Ways to Give Later

Including the Kalamazoo Community Foundation in their estate plan is an easy way for your clients to make a significant impact on community needs and create a legacy that lasts forever.

After ensuring their loved ones have been cared for, your clients can use a variety of assets to make a planned gift and accomplish their charitable goals.

Bequests

A charitable bequest to the Kalamazoo Community Foundation enables your clients to retain control over their assets during their lifetime and support the community they love later. A charitable bequest can be a specific dollar amount, a percentage of an estate, or what remains after other bequests are made.

Retirement Plans

Individual Retirement Accounts (IRAs) or other qualified retirement plans are often one of the best types of assets to leave to charity because they are taxed so heavily when left to heirs. When your clients leave retirement plan assets to a nonprofit––such as the Community Foundation––100 percent of the gift will be available to support their charitable interests.

Gifts That Provide Income

Charitable Gift Annuity
When your clients establish a Charitable Gift Annuity they can receive guaranteed income for life, benefit from an immediate income tax deduction, and leave a legacy that will support the causes that are important to them forever. Payments are based on age: the older your clients are the greater the annuity payment. If they choose, they can receive an income tax deduction now and defer receiving the annuity payments until a future date. After receiving annuity payments for life, the remainder interest may be used to establish a named charitable fund, or be added to an existing fund. The tax advantages of both a current and deferred annuity are two-fold. First, your clients receive an immediate charitable income tax deduction when they create the annuity. Second, a portion of the payments they receive may be treated either as tax-free return of principal or long-term capital gains. These tax advantages increase the effective value of the annuity payments.

Charitable Remainder Trusts
A charitable remainder trust offers your client a great deal of flexibility. Payments may be made to your client or another beneficiary for life, or a specified number of years. The income beneficiaries annually receive an amount equal to a fixed percentage of the trust's fair market value, or a fixed dollar amount. A charitable remainder trust may be set up during your client's lifetime or through their will. The eventual distribution to the Community Foundation will only take effect upon the death of the trust's income beneficiaries, or at the end of the specified number of years. At this time, the remainder of the trust transfers to the Community Foundation.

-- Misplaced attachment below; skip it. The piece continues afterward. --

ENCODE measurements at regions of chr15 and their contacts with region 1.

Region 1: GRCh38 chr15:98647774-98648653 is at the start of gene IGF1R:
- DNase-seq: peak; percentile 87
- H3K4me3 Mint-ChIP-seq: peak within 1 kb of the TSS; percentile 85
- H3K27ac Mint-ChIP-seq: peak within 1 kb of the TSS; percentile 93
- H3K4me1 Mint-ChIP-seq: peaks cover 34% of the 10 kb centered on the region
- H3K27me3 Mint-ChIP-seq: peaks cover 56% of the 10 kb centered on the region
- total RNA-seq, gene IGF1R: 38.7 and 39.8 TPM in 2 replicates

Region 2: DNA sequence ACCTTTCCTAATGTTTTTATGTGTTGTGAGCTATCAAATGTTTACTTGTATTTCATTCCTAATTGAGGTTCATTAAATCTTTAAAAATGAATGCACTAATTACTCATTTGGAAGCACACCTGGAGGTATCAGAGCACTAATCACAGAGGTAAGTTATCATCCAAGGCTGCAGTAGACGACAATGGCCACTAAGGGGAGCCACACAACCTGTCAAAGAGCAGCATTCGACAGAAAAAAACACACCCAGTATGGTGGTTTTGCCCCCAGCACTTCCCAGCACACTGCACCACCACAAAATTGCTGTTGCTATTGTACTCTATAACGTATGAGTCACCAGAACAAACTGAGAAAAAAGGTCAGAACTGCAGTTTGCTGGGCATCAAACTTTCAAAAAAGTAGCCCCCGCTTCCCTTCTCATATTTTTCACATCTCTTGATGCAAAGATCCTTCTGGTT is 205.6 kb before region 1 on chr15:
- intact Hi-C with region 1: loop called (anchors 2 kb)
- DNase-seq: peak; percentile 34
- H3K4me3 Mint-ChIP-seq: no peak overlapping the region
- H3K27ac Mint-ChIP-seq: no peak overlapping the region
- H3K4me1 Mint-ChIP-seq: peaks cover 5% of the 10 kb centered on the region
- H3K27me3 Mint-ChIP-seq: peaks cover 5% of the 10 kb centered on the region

View a Comparison Chart of These Two Options

Charitable Lead Trusts

A Charitable Lead Trust enables your clients to make significant charitable gifts now while transferring substantial assets to beneficiaries later. A trust is set up from which the Community Foundation receives annual payments for life or for a specific number of years. These funds may be used to support nonprofits your clients choose or be added to an Advised Fund. When the trust terminates, the principal is returned to your clients or distributed to others they designate. The trust assets pass to the recipients at reduced tax cost—sometimes even tax-free.

Retained Life Estates

Your clients can turn their property's value into community good by making a gift of real estate to the Kalamazoo Community Foundation. Your clients can continue to live in and fully enjoy their home (or vacation property) while giving the future ownership of it to the Community Foundation. This is called a Retained Life Estate. The gift of the "remainder interest" is a charitable contribution in the year the gift arrangement is made, which may result in a substantial income tax charitable deduction. When the life tenancy terminates, the Community Foundation becomes the owner of the property. The proceeds of the property's sale may be used to establish a fund at the Community Foundation or be added to an existing fund.

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